Archives For June 2015

Trademark rights stem from use of a mark in commerce, meaning you cannot own a trademark registration unless you are actually using the mark in commerce (but be sure to check out our post on intent to use applications).

As a result, you cannot simply assign ownership of a trademark unless you are also assigning the goodwill associated with that mark and the new owner continues selling the same or similar goods and services.

This post will explain how to assign a registration to a new owner and how to change your name with the USPTO if your business name changes.


The ability to assign your trademark rights depends on where your mark is in the application process.

If you have a registration, or an application based on actual use, you can request an assignment through the USPTO. However, if your application is not yet registered and is based on intent to use, then you cannot request an assignment.


The first step to recording an assignment is to file a Recordation Form Cover Sheet, along with supporting documentation. That supporting documentation is most often some form of trademark assignment contract or certification (more on this below).

You file the form and supporting document through the Electronic Trademark Assignment System (ETAS) along with the corresponding fee, currently $25.

Supporting Documentation

Depending on the circumstances of the assignment, your supporting documentation may take several different forms. The most common is a simple trademark assignment agreement between the two parties. The agreement should state that the assigning party is giving up its rights in and to the mark and that all trademark rights are being assigned to the receiving party. Further, the document should state that the associated goodwill is being assigned in addition to the trademark itself. This is because a trademark cannot be assigned without the corresponding goodwill.

Name Change

You may be wondering what to do if you are not actually assigning your mark, but just changing the name of the owner. In such a case, you actually follow the same procedure as outlined above. However, rather than using supporting documents showing the assignment, you just file documents supporting the name change (such as a filing with your state’s secretary of state).

Your Options

While you can file the Recordation Form Cover Sheet on your own, the supporting document is usually more complicated. To make sure you draft the proper supporting document, it is usually best to involve an attorney with making these changes to your pending application or existing registration.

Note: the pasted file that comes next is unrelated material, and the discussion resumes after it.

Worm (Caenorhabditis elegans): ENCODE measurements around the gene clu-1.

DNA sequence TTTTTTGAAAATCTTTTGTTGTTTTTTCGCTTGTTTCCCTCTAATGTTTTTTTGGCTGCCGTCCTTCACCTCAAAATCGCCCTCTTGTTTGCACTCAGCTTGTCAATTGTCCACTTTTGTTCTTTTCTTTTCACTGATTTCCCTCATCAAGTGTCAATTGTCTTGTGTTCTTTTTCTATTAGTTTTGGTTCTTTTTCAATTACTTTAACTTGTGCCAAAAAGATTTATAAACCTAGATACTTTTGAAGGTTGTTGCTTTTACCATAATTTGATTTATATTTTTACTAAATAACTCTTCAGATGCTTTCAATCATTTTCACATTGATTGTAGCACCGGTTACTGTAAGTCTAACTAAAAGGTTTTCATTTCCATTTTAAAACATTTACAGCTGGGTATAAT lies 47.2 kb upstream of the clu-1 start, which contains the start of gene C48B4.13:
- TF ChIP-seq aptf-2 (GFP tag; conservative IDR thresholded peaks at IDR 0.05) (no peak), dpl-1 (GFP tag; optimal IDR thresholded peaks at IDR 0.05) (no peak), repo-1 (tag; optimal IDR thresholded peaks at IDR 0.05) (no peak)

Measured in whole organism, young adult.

If you would like help with your assignment or name change, feel free to contact us anytime to learn how we can help.

Image: Thinkstock/moodboard
*This article is very general in nature and does not constitute legal advice. Readers with legal questions should consult with an attorney prior to making any legal decisions.

A little known fact about the USPTO trademark database is that you can use it to dig up information about your competitors.

Here’s how.

First, run a search.

Using the USPTO’s search tool, you can search for trademarks similar to yours, names of applicants/competitors, and other search terms. Then, skim through the results to see if anything looks relevant. However, unlike when you search for potential trademark conflicts, in this case you want to look for “live” and “dead” marks. This is because we are trying to learn about your competitors, not so much about the marks themselves.

Second, enter the TSDR.

Once you have pulled up an application or registration, click on “TSDR” in the upper right corner.

The initial page will give you a summary of the registration or application. This can be helpful, but the next step is better. Click on the “Documents” tab at the top of the page to reveal all of the records relevant to that registration/application.

Third, dig!

The documents in this tab contain all kinds of information that might be useful to you.

You can learn about whether your competitors are using an attorney to handle their application by looking at the correspondence information. You can learn whether your competitor was denied in the application process and how they responded to the same. You can also review the specimens and evidence of use which they provided the USPTO to obtain a registration, which may provide useful information to you in terms of what they are selling and how they are marketing their goods/services.

You may also accidentally stumble on another party that objected to your competitor’s application. If you see that, then you can dig further to see what marks they own or claim to own and what arguments they made against your competitor’s application.

Next Steps

Then, after you have dug up all of this useful information, you can use it in several ways. You can use it to better prepare your own application and you can use it to improve your marketing strategies once you learn what your competitors or doing or are planning on doing.

And if you need help reviewing these documents, you can always seek the advice of a trademark attorney.

Sign Up

If you find these tips useful, be sure to subscribe to MightyUpdates, our quarterly email newsletter to stay on top of trademark legal issues

Image: Thinkstock/moodboard
*This article is very general in nature and does not constitute legal advice. Readers with legal questions should consult with an attorney prior to making any legal decisions.